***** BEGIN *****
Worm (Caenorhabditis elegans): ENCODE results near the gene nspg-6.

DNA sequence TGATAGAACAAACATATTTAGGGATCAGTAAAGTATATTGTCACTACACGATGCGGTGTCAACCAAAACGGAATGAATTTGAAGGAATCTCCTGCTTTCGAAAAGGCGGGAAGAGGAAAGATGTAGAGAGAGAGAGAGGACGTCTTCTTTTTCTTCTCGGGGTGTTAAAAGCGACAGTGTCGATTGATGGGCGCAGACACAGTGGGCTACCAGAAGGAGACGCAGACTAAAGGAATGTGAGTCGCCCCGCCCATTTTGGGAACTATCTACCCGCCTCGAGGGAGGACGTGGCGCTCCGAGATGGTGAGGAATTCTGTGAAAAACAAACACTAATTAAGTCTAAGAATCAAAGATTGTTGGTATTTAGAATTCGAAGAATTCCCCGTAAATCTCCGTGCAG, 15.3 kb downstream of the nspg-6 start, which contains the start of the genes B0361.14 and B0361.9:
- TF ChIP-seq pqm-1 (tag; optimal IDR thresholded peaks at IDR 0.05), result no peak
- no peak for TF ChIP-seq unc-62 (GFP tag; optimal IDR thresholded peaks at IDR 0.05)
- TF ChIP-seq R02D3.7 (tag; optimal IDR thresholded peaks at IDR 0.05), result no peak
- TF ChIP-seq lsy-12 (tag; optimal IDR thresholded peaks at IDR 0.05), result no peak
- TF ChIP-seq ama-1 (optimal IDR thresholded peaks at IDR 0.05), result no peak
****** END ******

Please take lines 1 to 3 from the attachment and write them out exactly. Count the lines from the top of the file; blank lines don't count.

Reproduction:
Worm (Caenorhabditis elegans): ENCODE results near the gene nspg-6.

DNA sequence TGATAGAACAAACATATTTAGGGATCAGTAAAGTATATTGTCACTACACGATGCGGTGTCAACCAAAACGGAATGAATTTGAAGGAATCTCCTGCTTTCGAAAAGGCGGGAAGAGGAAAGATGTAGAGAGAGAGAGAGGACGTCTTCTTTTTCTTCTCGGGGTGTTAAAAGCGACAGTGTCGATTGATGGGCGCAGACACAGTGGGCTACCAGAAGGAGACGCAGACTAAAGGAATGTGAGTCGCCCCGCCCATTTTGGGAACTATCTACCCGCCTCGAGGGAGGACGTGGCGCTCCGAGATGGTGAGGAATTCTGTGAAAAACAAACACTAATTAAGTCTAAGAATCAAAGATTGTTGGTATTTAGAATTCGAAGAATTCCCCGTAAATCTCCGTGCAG, 15.3 kb downstream of the nspg-6 start, which contains the start of the genes B0361.14 and B0361.9:
- TF ChIP-seq pqm-1 (tag; optimal IDR thresholded peaks at IDR 0.05), result no peak